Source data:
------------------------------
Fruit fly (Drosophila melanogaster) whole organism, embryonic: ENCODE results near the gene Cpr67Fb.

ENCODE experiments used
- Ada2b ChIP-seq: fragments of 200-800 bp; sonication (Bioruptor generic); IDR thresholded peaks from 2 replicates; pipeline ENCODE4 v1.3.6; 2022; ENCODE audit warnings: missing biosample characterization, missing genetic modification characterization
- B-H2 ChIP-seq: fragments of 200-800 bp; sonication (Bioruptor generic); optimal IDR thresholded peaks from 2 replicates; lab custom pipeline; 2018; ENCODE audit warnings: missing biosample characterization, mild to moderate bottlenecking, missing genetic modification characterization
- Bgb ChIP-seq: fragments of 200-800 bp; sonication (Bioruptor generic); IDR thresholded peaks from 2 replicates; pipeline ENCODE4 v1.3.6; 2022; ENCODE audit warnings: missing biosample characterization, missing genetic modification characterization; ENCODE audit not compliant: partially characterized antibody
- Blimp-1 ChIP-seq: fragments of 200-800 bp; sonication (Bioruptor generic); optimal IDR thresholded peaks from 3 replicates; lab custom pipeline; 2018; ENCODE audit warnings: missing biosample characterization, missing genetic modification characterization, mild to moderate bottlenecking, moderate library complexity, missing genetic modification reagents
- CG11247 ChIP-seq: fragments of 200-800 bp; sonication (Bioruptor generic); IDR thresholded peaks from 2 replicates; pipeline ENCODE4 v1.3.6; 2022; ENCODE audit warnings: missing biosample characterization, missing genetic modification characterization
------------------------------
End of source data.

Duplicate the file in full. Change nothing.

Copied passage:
Fruit fly (Drosophila melanogaster) whole organism, embryonic: ENCODE results near the gene Cpr67Fb.

ENCODE experiments used
- Ada2b ChIP-seq: fragments of 200-800 bp; sonication (Bioruptor generic); IDR thresholded peaks from 2 replicates; pipeline ENCODE4 v1.3.6; 2022; ENCODE audit warnings: missing biosample characterization, missing genetic modification characterization
- B-H2 ChIP-seq: fragments of 200-800 bp; sonication (Bioruptor generic); optimal IDR thresholded peaks from 2 replicates; lab custom pipeline; 2018; ENCODE audit warnings: missing biosample characterization, mild to moderate bottlenecking, missing genetic modification characterization
- Bgb ChIP-seq: fragments of 200-800 bp; sonication (Bioruptor generic); IDR thresholded peaks from 2 replicates; pipeline ENCODE4 v1.3.6; 2022; ENCODE audit warnings: missing biosample characterization, missing genetic modification characterization; ENCODE audit not compliant: partially characterized antibody
- Blimp-1 ChIP-seq: fragments of 200-800 bp; sonication (Bioruptor generic); optimal IDR thresholded peaks from 3 replicates; lab custom pipeline; 2018; ENCODE audit warnings: missing biosample characterization, missing genetic modification characterization, mild to moderate bottlenecking, moderate library complexity, missing genetic modification reagents
- CG11247 ChIP-seq: fragments of 200-800 bp; sonication (Bioruptor generic); IDR thresholded peaks from 2 replicates; pipeline ENCODE4 v1.3.6; 2022; ENCODE audit warnings: missing biosample characterization, missing genetic modification characterization